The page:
In more recent times though, awards of the MoH have been very public spectacles, even for those currently serving. Thomas Payne is one such example of a currently serving special operator whose award was well publicized. While the MoH in the past few decades has, rightfully in my opinion, drawn appropriate pomp and circumstance during the awarding (done by the President himself), other, lesser valor awards have been kept secret (at least in the time immediately around the award). After a few years, these quiet professionals have their award citations published, and few ever hear their stories.

What is rare is to have that award citation be published with the name of the recipient redacted. In many years of research on this topic, we don’t do that in America. If it’s a secret, then the whole damn thing is a secret! Our allies in the Commonwealth are much better about publishing awards, and they frequently do so to anonymous recipients. Australia’s Star of Gallantry (second only to the Victoria Cross for combat bravery) has been awarded eight times, but only two of those men have been named. New Zealand’s Gallantry Star (their second-level combat valor award) has been awarded five times, with one undisclosed recipient. Their third-level awards (analogous to our Silver Star) have similarly been repeatedly awarded without naming the recipient.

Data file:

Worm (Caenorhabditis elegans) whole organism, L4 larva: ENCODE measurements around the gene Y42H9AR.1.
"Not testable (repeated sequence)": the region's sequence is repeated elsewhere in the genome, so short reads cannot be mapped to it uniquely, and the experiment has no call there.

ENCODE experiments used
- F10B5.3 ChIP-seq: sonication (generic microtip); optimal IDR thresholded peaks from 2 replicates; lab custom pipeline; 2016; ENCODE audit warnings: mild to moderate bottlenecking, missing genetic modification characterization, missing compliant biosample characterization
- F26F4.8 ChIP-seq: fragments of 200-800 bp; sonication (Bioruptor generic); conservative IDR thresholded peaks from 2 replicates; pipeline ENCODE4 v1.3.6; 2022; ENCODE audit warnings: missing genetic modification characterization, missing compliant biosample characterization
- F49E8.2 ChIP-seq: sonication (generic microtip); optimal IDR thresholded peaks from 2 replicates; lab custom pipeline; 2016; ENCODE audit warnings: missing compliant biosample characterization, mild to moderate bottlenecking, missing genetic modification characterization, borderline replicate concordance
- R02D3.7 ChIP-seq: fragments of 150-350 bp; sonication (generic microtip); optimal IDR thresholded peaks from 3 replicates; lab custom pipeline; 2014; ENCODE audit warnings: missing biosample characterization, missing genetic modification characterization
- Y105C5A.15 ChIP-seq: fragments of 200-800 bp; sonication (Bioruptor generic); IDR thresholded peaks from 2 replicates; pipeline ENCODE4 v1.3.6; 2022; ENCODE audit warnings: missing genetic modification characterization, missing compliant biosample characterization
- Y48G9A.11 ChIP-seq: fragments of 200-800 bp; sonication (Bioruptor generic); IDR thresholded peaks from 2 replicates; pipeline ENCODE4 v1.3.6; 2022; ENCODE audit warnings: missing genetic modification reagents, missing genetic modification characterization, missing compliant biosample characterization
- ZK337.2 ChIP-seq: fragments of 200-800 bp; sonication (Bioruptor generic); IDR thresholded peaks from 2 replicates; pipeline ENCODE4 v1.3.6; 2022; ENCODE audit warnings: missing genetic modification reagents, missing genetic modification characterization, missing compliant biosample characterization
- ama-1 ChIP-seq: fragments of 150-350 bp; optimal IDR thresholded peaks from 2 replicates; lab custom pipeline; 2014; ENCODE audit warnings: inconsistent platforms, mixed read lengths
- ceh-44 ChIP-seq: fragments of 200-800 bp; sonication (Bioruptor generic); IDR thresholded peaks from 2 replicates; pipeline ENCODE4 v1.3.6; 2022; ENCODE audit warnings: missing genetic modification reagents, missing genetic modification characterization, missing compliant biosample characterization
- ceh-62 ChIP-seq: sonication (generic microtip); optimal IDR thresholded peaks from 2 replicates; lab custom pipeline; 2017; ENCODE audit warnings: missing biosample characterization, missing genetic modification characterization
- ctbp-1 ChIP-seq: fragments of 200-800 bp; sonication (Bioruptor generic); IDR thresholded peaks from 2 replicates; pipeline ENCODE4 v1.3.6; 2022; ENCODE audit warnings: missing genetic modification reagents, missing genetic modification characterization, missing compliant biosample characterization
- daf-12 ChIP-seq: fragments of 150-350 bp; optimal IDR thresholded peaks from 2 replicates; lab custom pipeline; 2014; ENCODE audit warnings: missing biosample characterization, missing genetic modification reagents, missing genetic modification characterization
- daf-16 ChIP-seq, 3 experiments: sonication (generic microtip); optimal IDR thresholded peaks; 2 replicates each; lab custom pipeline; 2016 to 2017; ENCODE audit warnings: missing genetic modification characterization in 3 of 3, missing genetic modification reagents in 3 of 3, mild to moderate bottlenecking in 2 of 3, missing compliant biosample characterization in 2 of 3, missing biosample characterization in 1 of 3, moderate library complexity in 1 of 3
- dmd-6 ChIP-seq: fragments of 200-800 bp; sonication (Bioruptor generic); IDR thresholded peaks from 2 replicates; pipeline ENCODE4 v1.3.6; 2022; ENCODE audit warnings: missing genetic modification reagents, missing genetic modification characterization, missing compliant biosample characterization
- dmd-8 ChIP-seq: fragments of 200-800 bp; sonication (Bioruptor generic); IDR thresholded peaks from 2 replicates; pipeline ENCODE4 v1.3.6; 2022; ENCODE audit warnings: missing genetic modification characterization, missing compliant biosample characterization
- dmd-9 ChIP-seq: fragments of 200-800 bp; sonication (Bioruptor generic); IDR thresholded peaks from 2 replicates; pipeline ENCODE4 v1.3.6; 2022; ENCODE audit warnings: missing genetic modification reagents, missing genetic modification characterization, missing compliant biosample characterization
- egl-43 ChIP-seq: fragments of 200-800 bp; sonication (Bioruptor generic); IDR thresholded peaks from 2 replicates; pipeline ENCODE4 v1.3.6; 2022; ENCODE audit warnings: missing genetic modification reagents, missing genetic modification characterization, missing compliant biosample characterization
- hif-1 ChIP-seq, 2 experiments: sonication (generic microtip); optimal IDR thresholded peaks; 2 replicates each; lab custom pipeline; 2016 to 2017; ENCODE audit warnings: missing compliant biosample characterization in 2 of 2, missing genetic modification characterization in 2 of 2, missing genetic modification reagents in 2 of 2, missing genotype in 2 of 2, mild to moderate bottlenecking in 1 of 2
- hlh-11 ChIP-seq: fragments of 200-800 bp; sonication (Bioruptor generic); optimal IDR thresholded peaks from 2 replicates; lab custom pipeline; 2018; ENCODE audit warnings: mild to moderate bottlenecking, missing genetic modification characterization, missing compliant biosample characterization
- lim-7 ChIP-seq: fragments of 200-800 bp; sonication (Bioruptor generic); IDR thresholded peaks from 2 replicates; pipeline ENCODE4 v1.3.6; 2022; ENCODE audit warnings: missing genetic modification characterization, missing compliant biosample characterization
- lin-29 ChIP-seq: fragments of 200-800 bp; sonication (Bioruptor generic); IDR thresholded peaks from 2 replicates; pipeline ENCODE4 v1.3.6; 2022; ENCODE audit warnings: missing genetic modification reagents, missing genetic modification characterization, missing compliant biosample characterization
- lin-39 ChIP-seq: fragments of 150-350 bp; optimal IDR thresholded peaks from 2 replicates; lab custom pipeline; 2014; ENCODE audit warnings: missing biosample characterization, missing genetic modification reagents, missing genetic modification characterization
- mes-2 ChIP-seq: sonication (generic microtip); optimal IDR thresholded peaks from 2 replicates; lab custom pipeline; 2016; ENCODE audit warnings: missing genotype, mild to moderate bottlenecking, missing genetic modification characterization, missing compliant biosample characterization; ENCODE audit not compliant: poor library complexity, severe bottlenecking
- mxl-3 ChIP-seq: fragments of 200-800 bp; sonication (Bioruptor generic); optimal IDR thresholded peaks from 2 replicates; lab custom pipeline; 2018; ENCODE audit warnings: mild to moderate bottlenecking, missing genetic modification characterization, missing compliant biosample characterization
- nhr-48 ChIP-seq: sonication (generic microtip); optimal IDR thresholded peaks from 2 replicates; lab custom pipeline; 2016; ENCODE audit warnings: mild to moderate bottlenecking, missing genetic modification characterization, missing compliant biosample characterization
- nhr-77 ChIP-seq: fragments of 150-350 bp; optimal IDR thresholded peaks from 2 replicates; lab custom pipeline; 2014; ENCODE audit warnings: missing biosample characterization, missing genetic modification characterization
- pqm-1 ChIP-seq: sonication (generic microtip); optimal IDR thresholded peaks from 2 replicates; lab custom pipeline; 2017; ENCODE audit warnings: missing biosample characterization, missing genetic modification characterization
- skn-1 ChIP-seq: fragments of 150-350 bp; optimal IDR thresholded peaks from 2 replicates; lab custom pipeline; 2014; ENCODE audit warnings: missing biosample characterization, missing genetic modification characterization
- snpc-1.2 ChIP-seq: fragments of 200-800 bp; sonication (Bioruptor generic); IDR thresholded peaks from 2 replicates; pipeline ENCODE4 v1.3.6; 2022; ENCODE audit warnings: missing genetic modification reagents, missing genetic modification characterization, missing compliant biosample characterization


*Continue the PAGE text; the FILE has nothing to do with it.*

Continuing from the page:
This week, an American Airman, name unknown, had his Air Force Cross citation released to the media. It was only released when a news organization forced them to though FOIA request. The award had been made back in 2020, for actions in 2018 in Syria.

The Airman is known to be a Combat Controller with the 24th Special Tactics Squadron (24th STS). The 24th is one of the better known Air Force special operations squadrons. Among prior members are;

  • Chief Master Sergeant Ramón Colón-López (a PJ legend in the GWOT-era Air Force), the fourth Senior Enlisted Advisor to the Chairman of the Joint Chiefs of Staff
  • John Chapman, a Combat Controller and posthumous recipient of the MoH, the only Airman to have received the honor since Vietnam
  • Tim Wilkinson, a PJ who received the Air Force Cross during the Battle of Mogadishu (the Black Hawk Down incident)